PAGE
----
The Garden Guide

Book: Fragments on the Theory and Practice of Landscape Gardening, 1816
Chapter: Fragment XvIII. Uppark.

Uppark Red Book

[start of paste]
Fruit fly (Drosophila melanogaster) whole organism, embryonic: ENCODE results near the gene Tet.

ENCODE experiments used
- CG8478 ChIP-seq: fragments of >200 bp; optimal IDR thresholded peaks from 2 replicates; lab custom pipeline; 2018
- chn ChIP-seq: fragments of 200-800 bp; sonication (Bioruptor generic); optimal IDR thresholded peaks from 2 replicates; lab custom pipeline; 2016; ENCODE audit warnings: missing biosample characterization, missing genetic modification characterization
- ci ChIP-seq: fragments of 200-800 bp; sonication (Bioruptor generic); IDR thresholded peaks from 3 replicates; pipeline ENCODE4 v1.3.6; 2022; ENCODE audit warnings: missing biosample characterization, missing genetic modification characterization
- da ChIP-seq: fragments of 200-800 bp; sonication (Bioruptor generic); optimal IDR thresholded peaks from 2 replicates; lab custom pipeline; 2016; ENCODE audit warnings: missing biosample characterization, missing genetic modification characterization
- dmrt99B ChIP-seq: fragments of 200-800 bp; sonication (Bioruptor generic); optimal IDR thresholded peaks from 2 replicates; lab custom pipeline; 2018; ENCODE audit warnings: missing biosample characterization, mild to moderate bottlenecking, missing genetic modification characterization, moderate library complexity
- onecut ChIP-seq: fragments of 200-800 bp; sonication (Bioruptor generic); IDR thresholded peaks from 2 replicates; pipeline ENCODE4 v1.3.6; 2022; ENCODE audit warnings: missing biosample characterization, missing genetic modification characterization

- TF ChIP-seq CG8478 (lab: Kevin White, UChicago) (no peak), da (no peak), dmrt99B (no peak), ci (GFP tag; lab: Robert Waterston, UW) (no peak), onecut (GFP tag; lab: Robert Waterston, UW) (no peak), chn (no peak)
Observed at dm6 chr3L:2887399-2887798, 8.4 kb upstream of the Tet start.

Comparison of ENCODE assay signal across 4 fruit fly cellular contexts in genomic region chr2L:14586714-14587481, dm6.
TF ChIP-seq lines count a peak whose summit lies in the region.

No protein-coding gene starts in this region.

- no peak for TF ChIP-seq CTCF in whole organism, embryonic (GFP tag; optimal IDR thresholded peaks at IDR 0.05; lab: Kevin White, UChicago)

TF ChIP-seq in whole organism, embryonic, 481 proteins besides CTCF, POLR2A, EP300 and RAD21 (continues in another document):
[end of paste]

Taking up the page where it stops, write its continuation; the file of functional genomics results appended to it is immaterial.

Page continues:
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EXTRACT FROM THE REPORT OF UPPARK, THE SEAT OF SIR HARRY FEATHERSTONE, BART. SITUATION AND CHARACTER. BEFORE a rational plan for the improvement of any place can be laid down, it is always necessary to consider its natural situation, and the character which has been given to it by art. The former, at Uppark, is truly magnificent, being on the summit of the south down range of hills; and when we consider the large masses of wood, the beautiful shapes and verdure of the lawns, with the distant and various views of sea and land, it is difficult to adapt any style of building to such a spot, that may correspond with the great scale of the place. Of this difficulty the architect seems to have been aware, by the degree of irregularity which was originally adopted in the position of the outbuildings: this is evident, both from the map, and from an old picture on the staircase, wherein the stables and other offices appear to have been placed, not at right angles, but converging from the entrance front. His reasons for so doing seem to have been well founded. He knew that a correct correspondence of parts in a building tends to diminish its importance; that the Roman style, which was then introduced into England, would not admit of such irregularity; and all that could be done was, to spread out the detached buildings, which produced an appearance of irregularity, when seen from a distance, while the effect of symmetry was preserved in the entrance-court, where the lines converging instead of being parallel, increased the apparent length of perspective*. *[An example of this may be observed in George-street, as viewed from the end of Hanover-square.] [Uppark is a 17th-century house in South Harting, Petersfield, West Sussex, England, now a property of the UK National Trust. The mansion was burned in 1989 and re-opened in 1995. TT]